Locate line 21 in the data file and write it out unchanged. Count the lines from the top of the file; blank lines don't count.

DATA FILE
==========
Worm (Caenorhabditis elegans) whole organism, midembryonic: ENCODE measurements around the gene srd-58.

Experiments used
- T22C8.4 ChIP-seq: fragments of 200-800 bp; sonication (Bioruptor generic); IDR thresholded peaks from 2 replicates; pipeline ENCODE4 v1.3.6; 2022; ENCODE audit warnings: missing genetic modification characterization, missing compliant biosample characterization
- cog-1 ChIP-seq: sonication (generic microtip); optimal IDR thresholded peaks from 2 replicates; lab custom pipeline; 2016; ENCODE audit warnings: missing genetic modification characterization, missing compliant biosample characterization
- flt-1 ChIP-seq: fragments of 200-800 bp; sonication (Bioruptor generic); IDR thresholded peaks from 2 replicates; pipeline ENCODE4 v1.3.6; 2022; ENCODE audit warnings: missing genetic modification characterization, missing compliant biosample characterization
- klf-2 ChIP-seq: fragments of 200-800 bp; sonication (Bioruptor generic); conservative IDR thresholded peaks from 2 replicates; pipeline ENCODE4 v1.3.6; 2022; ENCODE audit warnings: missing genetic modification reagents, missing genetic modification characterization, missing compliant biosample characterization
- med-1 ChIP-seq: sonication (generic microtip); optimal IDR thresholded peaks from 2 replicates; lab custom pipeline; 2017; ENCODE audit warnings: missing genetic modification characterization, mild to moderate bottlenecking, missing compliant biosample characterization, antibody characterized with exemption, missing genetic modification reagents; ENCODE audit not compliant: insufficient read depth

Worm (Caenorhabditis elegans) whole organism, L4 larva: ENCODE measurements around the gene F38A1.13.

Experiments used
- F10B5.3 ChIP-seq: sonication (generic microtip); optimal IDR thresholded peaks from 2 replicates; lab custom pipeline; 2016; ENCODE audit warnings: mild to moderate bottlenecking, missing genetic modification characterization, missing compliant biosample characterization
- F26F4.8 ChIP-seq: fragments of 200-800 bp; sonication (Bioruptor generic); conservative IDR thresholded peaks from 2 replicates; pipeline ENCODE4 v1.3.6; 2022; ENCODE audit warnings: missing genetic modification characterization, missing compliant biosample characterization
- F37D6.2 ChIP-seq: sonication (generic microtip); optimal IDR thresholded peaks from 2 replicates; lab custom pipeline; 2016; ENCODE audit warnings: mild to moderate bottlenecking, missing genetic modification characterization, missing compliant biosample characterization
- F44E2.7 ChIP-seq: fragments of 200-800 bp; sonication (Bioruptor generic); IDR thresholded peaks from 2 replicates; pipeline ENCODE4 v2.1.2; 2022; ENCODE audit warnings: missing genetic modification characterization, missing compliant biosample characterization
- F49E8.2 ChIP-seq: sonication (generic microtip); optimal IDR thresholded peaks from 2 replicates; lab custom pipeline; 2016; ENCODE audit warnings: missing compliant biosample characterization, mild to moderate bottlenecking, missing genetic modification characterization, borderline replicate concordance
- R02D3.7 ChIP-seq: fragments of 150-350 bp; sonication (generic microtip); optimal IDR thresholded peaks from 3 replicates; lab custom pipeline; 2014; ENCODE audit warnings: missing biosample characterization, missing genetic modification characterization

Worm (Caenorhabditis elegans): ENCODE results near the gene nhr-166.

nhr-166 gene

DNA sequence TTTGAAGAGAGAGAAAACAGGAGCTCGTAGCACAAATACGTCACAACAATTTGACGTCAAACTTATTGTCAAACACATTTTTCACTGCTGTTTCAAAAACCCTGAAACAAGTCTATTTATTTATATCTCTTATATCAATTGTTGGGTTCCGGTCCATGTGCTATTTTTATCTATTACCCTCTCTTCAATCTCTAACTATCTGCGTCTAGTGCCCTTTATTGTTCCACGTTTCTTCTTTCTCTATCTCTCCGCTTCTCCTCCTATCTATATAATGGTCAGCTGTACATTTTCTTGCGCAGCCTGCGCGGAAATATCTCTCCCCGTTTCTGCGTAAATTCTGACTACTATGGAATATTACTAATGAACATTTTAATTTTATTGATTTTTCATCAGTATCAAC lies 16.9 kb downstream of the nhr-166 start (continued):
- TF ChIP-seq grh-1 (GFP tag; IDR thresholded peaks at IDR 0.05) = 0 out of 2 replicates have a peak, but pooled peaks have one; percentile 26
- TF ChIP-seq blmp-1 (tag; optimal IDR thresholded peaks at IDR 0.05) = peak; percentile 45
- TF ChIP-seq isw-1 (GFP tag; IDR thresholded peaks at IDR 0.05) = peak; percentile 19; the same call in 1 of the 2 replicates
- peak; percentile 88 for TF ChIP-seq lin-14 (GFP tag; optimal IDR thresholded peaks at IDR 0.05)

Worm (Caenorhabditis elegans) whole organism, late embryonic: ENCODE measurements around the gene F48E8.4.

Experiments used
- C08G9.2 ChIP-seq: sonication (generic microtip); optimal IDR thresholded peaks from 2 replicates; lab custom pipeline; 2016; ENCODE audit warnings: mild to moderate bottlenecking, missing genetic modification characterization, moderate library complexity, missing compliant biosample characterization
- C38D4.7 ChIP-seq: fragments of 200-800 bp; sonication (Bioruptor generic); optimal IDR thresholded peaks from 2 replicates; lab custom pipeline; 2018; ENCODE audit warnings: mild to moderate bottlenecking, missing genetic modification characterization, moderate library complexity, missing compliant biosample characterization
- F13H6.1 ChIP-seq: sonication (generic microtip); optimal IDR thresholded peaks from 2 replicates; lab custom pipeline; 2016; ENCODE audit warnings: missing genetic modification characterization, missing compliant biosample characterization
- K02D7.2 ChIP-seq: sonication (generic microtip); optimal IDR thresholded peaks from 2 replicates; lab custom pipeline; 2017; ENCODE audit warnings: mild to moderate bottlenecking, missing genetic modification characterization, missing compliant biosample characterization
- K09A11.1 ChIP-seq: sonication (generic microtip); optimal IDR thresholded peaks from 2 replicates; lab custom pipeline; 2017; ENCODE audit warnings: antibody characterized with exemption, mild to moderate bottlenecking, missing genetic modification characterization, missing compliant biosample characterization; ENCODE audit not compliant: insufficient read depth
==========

- TF ChIP-seq isw-1 (GFP tag; IDR thresholded peaks at IDR 0.05) = peak; percentile 19; the same call in 1 of the 2 replicates